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Success Metrics (2013 Edition)

Discussion in 'Patriots Draft Talk' started by fester, Feb 18, 2013.

  1. fester

    fester On the Game Day Roster

    Feb 7, 2005
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    It is that time of year again when the draft board becomes a combination of useful resource and giant pissing match. One of the major pissing matches is the “success” of a draft, drafting strategy or particular player. A major source of conflict is the many versions of “Success” that posters use. Many versions are internally coherent, but contradicted by other versions of success. This post is a repeat attempt at laying out different variants of “Success”.

    1) Absolute success --- did the pick get the best player available (let us not define “best player” at this stage)? For instance, the Patriots chose Brandon Spikes at the tail end of the 2nd round and have in him a quality starter. However, Navarro Bowman was available and thus this was a “non-successful”pick under this definition. A related version is did Team X replicate the 1974 Steelers' draft or at least come within a couple Hall of Famers of it?

    2) 1st year rookie starters (credit DW Toys) --- % of drafted rookies who start 5 games or more OR played significant snaps in 10 games or more during their rookie year. The more restrictive criteria produces an 18% hit rate in 2011. The upside of this metric is that it measures immediate impact. The downside is that it is very imprecise as it does not account for team quality (bad teams with horrendous depth will have more rookie starters, all else equal, than good deep teams (see the 2007 Patriots for instance). Other downside is that it does not account for slow to develop positions (Aaron Rodgers would be graded as "non-successful" using this metric)

    3) 2nd contract evaluation --(my preferred method) --- % of drafted rookies who receive multi-year contract extensions that extend a player past their RFA time and into their UFA eligbility time) where the contract extension average annual value is equal to or greater than a 1st round RFA tender, or using a looser metric a 2nd round RFA tender. Upside is that this is a team's attempt to value a player entering their prime against market values. The downside is that this is a slow process, at least three years from the draft in question.

    4) Starters per year (Good draft hit rates: Lower than you think - AFC South Blog - ESPN) Interesting ESPN article on two GMs (Titans and Colts) who think they need to find 3 solid starters per year on average. This neglects a bit of draft pick efficiency but looks strictly at effectiveness. In a single year, it has the downsides of #1 in neglecting team quality (bad teams should have more marginal hits because the rest of the roster sucks) but it compensates if there is a multi-year averaging.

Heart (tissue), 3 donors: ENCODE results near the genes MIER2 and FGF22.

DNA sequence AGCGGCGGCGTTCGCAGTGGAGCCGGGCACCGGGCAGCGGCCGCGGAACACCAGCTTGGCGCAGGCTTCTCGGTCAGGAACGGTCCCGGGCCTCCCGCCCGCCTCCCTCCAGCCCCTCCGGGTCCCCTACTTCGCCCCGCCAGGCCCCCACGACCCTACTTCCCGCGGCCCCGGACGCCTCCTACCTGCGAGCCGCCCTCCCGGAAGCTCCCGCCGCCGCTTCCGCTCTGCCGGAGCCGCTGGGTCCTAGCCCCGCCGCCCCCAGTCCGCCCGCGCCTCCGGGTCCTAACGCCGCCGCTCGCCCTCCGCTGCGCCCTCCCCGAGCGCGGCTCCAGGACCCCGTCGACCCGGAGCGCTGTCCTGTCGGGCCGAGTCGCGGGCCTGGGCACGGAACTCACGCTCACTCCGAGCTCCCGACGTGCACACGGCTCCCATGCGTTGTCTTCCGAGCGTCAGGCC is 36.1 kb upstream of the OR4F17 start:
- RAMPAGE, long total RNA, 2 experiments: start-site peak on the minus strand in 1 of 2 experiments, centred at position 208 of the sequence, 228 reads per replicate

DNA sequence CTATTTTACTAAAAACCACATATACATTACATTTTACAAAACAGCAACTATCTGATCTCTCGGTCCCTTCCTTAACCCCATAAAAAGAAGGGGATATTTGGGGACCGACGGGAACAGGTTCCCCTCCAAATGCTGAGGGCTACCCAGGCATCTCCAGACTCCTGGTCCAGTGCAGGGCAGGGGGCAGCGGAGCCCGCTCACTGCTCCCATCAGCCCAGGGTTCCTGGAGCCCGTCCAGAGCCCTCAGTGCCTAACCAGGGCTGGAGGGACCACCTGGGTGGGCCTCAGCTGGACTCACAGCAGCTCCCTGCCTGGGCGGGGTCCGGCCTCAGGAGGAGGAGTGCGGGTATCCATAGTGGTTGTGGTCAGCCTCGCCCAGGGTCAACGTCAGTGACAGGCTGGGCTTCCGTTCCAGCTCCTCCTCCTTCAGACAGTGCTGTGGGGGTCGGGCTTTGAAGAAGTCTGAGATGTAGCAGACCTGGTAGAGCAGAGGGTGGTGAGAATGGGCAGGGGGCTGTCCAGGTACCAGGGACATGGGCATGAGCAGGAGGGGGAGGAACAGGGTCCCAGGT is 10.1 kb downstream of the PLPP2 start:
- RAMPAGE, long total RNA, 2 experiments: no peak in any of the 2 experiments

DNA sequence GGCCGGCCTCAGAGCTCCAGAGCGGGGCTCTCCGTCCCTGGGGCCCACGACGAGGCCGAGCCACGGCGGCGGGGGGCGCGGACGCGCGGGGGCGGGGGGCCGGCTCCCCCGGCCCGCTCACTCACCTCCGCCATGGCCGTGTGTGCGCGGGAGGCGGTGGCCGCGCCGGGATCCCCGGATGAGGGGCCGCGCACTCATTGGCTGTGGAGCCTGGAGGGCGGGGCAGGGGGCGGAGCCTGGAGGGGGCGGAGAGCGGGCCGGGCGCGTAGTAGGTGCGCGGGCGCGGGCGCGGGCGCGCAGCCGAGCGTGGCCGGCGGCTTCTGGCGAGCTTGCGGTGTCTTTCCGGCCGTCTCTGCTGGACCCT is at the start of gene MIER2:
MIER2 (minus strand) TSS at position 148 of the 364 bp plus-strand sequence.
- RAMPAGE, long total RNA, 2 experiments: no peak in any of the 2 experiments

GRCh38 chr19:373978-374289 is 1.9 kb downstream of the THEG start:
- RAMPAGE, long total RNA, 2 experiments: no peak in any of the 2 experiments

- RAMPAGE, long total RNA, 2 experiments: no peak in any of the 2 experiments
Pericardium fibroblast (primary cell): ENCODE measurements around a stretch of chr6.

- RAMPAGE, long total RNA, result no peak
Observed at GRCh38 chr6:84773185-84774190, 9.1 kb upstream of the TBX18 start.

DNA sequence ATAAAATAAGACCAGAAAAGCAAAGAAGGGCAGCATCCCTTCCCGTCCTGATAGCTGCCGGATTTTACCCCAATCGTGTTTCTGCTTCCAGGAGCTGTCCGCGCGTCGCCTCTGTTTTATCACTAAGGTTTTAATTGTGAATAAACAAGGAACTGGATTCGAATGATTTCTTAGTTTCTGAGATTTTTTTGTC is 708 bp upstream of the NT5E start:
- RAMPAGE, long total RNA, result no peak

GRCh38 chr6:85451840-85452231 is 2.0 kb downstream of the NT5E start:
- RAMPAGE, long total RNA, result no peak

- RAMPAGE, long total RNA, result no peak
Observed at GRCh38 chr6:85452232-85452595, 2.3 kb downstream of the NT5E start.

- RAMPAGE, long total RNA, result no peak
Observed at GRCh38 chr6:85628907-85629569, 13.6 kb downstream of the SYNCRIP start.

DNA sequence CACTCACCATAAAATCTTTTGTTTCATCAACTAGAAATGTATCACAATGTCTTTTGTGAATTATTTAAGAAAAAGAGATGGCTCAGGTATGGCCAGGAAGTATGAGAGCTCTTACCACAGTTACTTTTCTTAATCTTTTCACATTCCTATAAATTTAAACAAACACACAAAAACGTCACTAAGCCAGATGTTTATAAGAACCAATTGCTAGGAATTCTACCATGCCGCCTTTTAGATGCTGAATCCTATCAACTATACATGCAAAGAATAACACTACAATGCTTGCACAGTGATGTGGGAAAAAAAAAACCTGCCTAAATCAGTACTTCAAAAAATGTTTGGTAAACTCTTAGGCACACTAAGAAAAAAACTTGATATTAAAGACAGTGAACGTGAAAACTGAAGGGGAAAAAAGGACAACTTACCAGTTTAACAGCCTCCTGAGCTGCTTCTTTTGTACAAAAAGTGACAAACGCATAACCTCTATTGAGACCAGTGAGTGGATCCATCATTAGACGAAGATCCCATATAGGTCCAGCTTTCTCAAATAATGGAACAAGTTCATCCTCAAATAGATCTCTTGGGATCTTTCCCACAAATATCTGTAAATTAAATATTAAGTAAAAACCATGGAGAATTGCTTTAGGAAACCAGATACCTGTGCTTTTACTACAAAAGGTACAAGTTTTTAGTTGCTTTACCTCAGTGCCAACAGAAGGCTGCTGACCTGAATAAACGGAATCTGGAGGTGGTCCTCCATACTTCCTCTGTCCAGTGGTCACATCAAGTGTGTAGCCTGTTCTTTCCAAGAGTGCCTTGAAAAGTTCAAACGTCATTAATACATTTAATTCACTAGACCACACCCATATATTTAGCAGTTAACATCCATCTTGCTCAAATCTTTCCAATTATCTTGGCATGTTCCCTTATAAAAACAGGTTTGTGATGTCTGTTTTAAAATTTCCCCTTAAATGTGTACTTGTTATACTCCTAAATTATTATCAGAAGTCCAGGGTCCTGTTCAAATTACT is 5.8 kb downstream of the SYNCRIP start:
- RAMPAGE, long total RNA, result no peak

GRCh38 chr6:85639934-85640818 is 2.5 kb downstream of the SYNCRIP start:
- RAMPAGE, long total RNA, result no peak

5) Expected Performance outcomes (good example here NFL Draft Success by Round) A variety of models that look at a players' career achievements versus the expected performance for that draft position. This rewards teams who have low draft ammunition but good results while downgrading teams that are picking at the tops of the rounds (easier to find good players picking first instead of last).

    6) Draft value weighted success --- Pick #10 should, all else being equal, have more value in terms of a higher probability of finding a player with high impact than pick #199 or #252, so the same player/performance profile taken at #10 is less valuable than that player taken at #199 or as Mr. Irrelevant. Conversely a bust @ 199 is far less costly/disappointing than a bust at #10.

    7) Binkie love --- did my binkie(s) get drafted by the Patriots? If yes, then the pick is successful, if no, especially if the binky in question was still on the board, the pick was a miserable failure.

    8) External value matching – how did the Patriots or any other team draft in relationship to some external list of player ranks. If the Patriots got the # 44 player at the 128th pick, it is a great coup. If the converse happens, it is a great reach Sebastion Vollmer and Logan Mankins are examples of contrary results to this approach.

    9) Relative Success to leage average --- failure is accepted, but does a draft fail to produce quality NFL players at a lower rate than league and peer averages?

    These are just some of the many different definitions of “success” that are used in this forum, and I imagine quite a few other draft focused forums

    What other definitions of success are used around here?
    Last edited: Feb 18, 2013

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